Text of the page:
You need to carry fluids during training runs.

runner with water bottle
Cultura RM Exclusive/Mike Tittel/Getty

Perhaps you’ve run short enough distances that you haven’t had to carry a water bottle or wear a hydration belt up until this point. But when you’re training for a marathon, you’ll need access to fluids to stay hydrated, so you’ll need to get accustomed to carrying fluids.

Fortunately, there are many water bottle and belt options out there, so you should be able to find one that works for you. And, if you really don’t like running with water, you won’t have to do so during the marathon, since there will be aid stations throughout the course.

Also see: 

You don't have to hit the wall.

Runner in race

Most people assume that “hitting the wall” is an inevitable part of running a marathon, but that’s the case. If you do the proper training, pace yourself properly and avoid starting out too fast, and take in calories during the race, you should be able to avoid reaching that point when you feel like you’re running through a foot of mud.

Also see: How to Avoid Hitting the Wall

Marathon training is not a guarantee for weight loss.

feet on scale
Buena Vista Images/Getty

If weight loss is your only or main motivation for running a marathon, you may want to rethink your decision to train for one. Training for a marathon is not a sure-fire way to lose weight – many marathoners-in-training find that their weight stays the same or they actually gain weight. Part of the reason for that is that they assume marathon training gives them a license to eat and drink anything you want.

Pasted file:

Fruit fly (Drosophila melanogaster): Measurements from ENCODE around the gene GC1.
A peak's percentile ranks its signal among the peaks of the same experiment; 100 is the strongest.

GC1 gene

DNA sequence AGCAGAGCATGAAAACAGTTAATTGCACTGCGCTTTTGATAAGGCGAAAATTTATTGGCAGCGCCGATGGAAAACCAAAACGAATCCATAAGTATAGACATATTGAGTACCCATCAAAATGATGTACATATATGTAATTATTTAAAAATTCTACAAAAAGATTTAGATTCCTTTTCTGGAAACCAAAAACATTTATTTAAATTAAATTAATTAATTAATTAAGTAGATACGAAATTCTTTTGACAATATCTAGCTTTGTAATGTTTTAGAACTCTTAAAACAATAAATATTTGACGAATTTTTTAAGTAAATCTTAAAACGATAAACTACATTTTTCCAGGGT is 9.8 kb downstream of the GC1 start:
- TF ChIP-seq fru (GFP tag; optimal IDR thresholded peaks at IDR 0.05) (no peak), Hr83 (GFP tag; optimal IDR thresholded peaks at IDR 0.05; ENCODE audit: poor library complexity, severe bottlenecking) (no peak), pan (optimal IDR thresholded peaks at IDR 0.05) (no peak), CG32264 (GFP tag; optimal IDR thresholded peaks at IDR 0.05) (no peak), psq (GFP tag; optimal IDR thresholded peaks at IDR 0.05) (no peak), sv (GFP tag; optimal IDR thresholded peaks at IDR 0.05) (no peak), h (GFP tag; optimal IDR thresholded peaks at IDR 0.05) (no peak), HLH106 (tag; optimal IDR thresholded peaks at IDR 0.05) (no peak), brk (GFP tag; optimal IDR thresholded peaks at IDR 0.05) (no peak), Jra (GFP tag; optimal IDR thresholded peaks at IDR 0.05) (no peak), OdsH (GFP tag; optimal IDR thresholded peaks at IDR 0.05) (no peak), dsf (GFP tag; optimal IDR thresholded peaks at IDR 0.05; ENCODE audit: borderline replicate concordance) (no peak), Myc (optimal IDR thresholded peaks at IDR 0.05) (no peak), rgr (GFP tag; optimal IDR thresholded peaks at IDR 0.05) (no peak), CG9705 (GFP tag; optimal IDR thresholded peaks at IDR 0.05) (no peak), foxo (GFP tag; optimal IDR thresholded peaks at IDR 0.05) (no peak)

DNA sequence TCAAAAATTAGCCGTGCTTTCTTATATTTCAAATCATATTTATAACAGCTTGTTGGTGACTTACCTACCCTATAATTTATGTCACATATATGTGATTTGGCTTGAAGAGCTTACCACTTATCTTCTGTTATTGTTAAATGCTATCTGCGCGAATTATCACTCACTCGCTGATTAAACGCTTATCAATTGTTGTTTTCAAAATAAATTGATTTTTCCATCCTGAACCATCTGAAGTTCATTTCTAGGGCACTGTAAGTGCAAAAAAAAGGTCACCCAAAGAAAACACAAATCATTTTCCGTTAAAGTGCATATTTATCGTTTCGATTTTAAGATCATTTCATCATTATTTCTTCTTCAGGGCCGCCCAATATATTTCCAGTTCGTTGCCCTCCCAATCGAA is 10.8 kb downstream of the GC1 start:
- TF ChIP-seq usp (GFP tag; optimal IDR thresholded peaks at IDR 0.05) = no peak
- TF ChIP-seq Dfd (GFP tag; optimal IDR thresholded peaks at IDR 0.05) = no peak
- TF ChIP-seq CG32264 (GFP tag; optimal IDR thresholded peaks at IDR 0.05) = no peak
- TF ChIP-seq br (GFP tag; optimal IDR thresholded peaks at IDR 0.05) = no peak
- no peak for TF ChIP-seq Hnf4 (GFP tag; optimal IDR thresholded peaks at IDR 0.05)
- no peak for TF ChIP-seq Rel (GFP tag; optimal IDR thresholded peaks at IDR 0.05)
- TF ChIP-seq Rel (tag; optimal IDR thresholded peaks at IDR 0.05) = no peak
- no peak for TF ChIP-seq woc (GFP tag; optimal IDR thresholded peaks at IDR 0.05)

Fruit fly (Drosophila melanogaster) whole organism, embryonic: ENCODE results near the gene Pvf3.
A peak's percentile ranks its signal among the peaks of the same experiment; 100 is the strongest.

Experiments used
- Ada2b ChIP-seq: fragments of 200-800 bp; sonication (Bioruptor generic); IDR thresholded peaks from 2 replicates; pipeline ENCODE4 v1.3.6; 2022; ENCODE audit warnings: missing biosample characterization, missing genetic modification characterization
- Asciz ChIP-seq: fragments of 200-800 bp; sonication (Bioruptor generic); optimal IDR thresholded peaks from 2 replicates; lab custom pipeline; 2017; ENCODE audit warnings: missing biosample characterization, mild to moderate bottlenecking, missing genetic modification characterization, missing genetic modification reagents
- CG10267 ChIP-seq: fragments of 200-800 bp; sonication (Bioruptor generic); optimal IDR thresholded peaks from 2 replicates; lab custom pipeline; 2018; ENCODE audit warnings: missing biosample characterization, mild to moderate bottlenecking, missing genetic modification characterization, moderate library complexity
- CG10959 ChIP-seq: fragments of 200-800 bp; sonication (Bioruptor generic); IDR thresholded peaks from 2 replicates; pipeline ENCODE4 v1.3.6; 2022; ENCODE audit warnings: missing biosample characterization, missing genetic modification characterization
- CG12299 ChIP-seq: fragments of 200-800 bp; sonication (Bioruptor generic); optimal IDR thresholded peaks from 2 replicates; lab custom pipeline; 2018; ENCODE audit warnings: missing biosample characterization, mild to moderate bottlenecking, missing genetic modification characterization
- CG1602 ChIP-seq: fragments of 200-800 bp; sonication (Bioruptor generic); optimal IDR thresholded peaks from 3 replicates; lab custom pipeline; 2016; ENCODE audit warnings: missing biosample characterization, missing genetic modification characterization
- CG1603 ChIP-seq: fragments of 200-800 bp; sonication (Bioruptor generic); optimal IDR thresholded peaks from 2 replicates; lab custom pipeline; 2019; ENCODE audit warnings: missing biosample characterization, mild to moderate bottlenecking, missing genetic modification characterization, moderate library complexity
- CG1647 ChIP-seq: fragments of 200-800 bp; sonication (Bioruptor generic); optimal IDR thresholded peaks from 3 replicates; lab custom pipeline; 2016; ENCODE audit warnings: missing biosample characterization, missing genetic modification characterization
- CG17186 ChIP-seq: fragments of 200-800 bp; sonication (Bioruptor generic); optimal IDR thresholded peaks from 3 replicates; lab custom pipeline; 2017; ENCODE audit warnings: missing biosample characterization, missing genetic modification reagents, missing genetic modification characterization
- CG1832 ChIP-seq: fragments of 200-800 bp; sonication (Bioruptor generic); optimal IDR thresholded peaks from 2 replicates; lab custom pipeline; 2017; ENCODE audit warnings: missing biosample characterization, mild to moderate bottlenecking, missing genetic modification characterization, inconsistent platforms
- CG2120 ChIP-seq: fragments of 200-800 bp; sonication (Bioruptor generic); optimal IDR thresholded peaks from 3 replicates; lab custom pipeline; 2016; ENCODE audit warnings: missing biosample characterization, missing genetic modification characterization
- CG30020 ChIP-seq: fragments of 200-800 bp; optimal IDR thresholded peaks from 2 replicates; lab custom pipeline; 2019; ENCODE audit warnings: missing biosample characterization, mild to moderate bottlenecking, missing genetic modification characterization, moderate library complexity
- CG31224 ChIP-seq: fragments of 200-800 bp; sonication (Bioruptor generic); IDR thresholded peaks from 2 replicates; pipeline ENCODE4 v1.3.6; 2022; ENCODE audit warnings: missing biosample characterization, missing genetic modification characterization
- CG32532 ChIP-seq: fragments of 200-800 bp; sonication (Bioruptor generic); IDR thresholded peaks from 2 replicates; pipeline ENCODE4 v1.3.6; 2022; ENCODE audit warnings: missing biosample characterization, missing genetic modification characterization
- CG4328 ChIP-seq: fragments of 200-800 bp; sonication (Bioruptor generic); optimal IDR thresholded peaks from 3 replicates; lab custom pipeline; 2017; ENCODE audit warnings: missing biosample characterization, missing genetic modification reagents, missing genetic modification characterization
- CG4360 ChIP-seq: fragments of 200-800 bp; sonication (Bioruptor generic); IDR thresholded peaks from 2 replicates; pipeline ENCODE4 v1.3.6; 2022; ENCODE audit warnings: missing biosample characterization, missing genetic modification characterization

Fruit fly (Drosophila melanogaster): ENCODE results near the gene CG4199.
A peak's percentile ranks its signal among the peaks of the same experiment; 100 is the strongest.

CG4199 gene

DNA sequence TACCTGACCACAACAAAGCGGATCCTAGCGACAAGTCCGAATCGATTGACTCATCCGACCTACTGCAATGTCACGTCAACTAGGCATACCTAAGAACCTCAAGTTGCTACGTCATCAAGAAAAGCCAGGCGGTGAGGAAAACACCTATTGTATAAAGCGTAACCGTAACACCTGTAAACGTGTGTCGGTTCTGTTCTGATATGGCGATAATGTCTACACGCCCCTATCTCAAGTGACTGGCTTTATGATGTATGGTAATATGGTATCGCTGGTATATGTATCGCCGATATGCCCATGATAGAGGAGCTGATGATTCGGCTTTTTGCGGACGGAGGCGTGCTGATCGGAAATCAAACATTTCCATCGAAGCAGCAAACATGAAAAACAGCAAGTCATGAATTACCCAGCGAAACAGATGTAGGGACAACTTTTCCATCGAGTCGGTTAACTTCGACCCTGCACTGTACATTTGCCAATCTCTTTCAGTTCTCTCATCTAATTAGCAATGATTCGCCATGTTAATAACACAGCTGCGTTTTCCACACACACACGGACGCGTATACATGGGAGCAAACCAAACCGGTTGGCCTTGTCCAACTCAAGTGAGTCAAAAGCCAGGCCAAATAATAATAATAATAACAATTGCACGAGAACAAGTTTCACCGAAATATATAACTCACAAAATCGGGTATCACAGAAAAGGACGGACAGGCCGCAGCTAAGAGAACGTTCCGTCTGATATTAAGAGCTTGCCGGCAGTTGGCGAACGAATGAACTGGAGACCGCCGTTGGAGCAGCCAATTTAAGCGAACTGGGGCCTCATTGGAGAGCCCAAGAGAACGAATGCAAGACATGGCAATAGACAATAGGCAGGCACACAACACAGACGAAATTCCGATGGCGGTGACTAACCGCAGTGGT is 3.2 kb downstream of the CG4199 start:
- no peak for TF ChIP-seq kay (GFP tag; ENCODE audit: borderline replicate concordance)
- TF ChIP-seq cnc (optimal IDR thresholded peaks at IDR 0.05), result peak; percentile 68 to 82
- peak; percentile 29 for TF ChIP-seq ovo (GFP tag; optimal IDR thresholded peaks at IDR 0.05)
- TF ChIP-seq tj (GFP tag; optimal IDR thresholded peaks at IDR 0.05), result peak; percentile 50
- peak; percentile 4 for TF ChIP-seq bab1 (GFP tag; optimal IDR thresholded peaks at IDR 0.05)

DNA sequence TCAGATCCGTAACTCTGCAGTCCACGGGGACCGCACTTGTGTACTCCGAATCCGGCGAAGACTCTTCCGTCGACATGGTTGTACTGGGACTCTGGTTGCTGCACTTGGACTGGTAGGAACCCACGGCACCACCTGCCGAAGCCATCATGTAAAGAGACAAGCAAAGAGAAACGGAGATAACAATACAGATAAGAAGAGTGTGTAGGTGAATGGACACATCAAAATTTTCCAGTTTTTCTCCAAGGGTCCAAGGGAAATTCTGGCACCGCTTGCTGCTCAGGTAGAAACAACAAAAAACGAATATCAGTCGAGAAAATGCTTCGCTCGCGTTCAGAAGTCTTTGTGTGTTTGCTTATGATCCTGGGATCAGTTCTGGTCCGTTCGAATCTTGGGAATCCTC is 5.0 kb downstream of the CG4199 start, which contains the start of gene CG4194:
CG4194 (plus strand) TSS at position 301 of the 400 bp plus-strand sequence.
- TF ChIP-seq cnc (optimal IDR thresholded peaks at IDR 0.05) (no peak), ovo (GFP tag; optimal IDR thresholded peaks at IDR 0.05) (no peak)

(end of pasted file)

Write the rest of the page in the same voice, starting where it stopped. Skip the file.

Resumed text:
If you're trying to lose weight (or maintain your current weight), figure out how many calories you need and focus on eating a  healthy, balanced diet.  Then try keeping track of your exercise, food, and beverages in a journal -- you'll get a more accurate picture of how many calories you're actually burning and taking in. And tracking everything will make you think twice before eating junk.

You may have to go to the bathroom in an undesirable location.

portable toilet
David Zimmerman/Getty

If you have a fear of portable toilets or gross convenience store bathrooms, you’ll need to get over that soon.  Chances are that you’ll have to duck into one or the other during a run at some point.  It’s common for marathoners-in-training to have a sudden urge to use the bathrooms because they drank too much water before their run or they’re suffering from dreaded runner’s trots.  You’ll be putting in a lot of miles and at some point, you’ll probably need to interrupt your run for a potty break in a porta-potty, a nasty bus station bathroom, or even in the woods.  Consider it a rite of passage as a marathon runner!  Even if you make it through your entire training without using a porta-potty, you won’t have much choice come race day morning.

Also see: 

Not everyone will support your marathon training.

Group running
Christopher Futcher

While it’s important to try to get your family members and friends on board with your commitment to run a marathon, keep in mind that not everyone will be supportive. You may meet some resistance from concerned family members and friends who are worried about the toll that training might take on you. You should be prepared to counter the naysayers with reasons why running a marathon is a worthwhile goal for you. You may want to seek out a running group to get support from other runners. And get tips on how to handle criticism directed at marathoners.